South Africa

Details

  • Service: Advisory, Risk & Compliance, IT Advisory
  • Type: Business and industry issue
  • Date: 2012/01/26

The challenges of consumer convergence 

The challenges of consumer convergence
Convergence is not a new concept, but the extent to which it is enabling consumers to live connected lifestyles has caught many organisations by surprise, says Frank Rizzo, Managing Partner: IT Advisory at KPMG.

“Even though consumers have access to a multitude of devices, ranging from smartphones to tablets, toe-book readers and ultra books, the trend is that all these devices are designed to empower users to get what they want, when they want it,” says Rizzo.

 

Gone are the days of ‘speeds and feeds’ when users wanted the fastest processors or the best graphics card. Today, users care about how the device enables them to digitally interact with one another and generate and consume content.

 

In many ways, consumer convergence has leapfrogged that of the business environment and is forcing organisations to re-evaluate their business models to adapt to the challenges of the always-connected world.

 

The converged lifestyle

 

KPMG recently published The Converged Lifestyle: Consumers and Convergence 5. In the report, the Firm examined consumer preferences and biases to identify the most critical trends for organisations that want to understand what the converged lifestyle is all about.

 

“The converged lifestyle sees two key trends. Firstly, with users having all the devices they need to connect and interact with technology, they feel that their suppliers need to adapt and keep up with them. Secondly, we are seeing a shift in how work and personal lives of people are being separated again,” says Rizzo.

 

Rizzo feels that the business and personal split is becoming more clinical than in the past.

 

“With the rise of social media, people are using different platforms to meet specific needs. Facebook is used as a personal tool where people interact with their friends. When it comes to LinkedIn, the environment is professional with networking and business interaction the order of the day.”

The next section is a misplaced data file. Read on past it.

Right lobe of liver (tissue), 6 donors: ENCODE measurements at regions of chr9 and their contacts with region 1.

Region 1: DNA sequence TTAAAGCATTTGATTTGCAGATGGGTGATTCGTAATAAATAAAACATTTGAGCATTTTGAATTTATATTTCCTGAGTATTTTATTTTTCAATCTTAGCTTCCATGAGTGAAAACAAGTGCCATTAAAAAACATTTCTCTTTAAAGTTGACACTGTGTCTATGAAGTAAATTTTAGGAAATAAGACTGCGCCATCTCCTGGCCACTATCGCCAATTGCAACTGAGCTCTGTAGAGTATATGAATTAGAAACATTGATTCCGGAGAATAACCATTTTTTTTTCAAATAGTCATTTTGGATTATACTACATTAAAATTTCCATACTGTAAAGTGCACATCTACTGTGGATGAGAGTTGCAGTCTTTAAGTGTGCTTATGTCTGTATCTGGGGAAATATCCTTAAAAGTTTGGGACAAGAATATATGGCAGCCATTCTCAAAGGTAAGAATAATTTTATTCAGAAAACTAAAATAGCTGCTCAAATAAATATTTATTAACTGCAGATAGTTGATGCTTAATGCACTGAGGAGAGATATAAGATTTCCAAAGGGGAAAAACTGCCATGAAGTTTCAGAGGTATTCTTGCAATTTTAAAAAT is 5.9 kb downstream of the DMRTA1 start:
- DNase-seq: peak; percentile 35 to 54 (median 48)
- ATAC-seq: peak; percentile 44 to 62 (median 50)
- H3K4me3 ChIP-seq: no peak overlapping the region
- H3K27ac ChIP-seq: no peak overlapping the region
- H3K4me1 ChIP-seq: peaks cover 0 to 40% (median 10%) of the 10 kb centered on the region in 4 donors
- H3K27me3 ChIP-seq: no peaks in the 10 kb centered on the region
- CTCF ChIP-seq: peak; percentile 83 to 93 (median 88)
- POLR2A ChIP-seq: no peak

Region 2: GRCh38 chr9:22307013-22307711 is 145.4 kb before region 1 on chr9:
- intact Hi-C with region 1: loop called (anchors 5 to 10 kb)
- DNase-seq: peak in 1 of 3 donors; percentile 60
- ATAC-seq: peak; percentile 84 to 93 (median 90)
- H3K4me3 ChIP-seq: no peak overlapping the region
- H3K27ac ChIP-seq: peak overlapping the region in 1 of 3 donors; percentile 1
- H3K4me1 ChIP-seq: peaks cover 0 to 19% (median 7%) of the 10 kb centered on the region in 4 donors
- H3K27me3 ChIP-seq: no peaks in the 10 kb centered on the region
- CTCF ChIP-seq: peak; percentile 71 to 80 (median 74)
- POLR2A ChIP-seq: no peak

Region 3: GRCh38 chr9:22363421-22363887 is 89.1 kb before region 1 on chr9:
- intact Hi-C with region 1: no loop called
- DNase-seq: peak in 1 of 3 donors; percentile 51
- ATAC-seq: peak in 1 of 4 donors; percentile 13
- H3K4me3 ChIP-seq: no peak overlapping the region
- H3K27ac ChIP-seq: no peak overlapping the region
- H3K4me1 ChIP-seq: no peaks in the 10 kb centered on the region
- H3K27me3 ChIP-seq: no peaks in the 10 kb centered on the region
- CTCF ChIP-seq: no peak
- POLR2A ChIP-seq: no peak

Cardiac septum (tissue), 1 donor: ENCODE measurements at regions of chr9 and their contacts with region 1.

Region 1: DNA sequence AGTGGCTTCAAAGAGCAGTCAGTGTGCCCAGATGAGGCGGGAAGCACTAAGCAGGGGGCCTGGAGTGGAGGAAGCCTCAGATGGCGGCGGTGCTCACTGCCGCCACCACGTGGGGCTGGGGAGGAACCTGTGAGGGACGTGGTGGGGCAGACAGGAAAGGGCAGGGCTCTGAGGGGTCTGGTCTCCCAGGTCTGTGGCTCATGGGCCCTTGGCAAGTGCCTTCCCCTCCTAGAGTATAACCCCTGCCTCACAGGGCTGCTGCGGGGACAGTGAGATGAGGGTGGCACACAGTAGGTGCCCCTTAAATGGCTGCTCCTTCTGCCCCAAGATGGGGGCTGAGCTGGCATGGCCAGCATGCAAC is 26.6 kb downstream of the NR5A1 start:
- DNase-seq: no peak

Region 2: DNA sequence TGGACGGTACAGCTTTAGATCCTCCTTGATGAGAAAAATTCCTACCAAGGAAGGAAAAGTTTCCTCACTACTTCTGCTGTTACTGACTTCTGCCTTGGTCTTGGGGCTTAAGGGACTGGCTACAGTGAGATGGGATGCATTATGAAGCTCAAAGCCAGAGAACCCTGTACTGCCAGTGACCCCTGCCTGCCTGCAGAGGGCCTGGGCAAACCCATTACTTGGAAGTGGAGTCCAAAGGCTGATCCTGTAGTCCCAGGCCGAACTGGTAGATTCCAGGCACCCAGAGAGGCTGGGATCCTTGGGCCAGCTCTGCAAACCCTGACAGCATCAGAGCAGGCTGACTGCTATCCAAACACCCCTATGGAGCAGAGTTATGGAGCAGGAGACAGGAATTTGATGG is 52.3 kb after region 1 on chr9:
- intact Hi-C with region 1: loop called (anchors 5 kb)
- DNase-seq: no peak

Organisations that succeed in this space will be the ones that consumers trust. Traditional businesses have not quite made the leap, but there are certain industries that are moving fast to embrace this new world.

 

Banking on change

 

“‘Innovation’ and ‘fast-moving’ are not two terms generally associated with the current global banking industry. In South Africa, the local banking industry is embracing social media in an era of PayPal, eBay, and the like. They are coming up with new ways of engaging with their existing client base and targeting new clients,” says Rizzo.

 

There are many examples of how local banks are using social media platforms to interact with their customers. However, the use and application of social media data also raises a number of questions for banks that must be addressed before they can start taking advantage of this information.

 

Firstly, the validity of user-generated data from social media is notoriously difficult to confirm. Banks should consider the type of analysis they might need to verify the actual value of the data and whether it is representative of their customers’ actual lives, demands and feedback.

 

With social media being increasingly adopted in the banking industry, data from these platforms will increasingly become commoditised and will diminish in value over time. Banks will need to adjust and adapt their analysis mechanisms continuously to be able to extract information that will provide a competitive advantage.

 

Data challenges

 

Banks, like any other industry, are also faced with effectively managing the sheer volume of data. In addition, this means that the data could be used in such a way as to support almost every possible scenario.

 

Due to its open nature, social media can easily be corrupted. Outside data could be fed in to social media channels from competitors that could not only impact brand reputation, but can also lead organisations to distrust the data in the first place.

 

Finally, ownership of social media data is a critical question for many industries. Given that the data resides in the public domain, banks may well wonder whether they need to own the data to properly conduct and use their analysis.

 

“The converged lifestyle has empowered consumers who are increasingly vocal about their preferences and demands. Businesses that are able to gauge and respond to this evolving consumer relationship will ultimately build stronger relationships and gain the critical trust of their customers,” Rizzo concludes.

 

Editor’s notes

 

For more insights into many of the challenges facing banking executives as they adapt to social media, please access the KPMG Social Banker Series.

 

To access The Converged Lifestyle: Consumers and Convergence 5, please visit kpmg.com.

 

Contact

Contact
Frank Rizzo
Director
Advisory
Tel: +27 (0)11 647 7388
frank.rizzo@kpmg.co.za